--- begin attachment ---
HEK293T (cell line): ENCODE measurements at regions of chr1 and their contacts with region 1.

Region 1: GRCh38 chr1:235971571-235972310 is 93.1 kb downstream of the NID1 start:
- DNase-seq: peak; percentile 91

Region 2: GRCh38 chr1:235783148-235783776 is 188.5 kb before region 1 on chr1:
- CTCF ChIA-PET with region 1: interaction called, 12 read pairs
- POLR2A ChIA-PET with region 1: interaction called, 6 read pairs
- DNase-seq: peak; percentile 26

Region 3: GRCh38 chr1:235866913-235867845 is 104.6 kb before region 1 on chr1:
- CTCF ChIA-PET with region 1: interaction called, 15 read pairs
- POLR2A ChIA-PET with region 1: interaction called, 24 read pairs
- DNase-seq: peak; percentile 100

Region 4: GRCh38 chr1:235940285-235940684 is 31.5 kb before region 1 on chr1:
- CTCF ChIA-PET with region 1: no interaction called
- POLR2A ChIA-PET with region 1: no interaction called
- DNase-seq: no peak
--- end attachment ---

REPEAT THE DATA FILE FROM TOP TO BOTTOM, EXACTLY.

HEK293T (cell line): ENCODE measurements at regions of chr1 and their contacts with region 1.

Region 1: GRCh38 chr1:235971571-235972310 is 93.1 kb downstream of the NID1 start:
- DNase-seq: peak; percentile 91

Region 2: GRCh38 chr1:235783148-235783776 is 188.5 kb before region 1 on chr1:
- CTCF ChIA-PET with region 1: interaction called, 12 read pairs
- POLR2A ChIA-PET with region 1: interaction called, 6 read pairs
- DNase-seq: peak; percentile 26

Region 3: GRCh38 chr1:235866913-235867845 is 104.6 kb before region 1 on chr1:
- CTCF ChIA-PET with region 1: interaction called, 15 read pairs
- POLR2A ChIA-PET with region 1: interaction called, 24 read pairs
- DNase-seq: peak; percentile 100

Region 4: GRCh38 chr1:235940285-235940684 is 31.5 kb before region 1 on chr1:
- CTCF ChIA-PET with region 1: no interaction called
- POLR2A ChIA-PET with region 1: no interaction called
- DNase-seq: no peak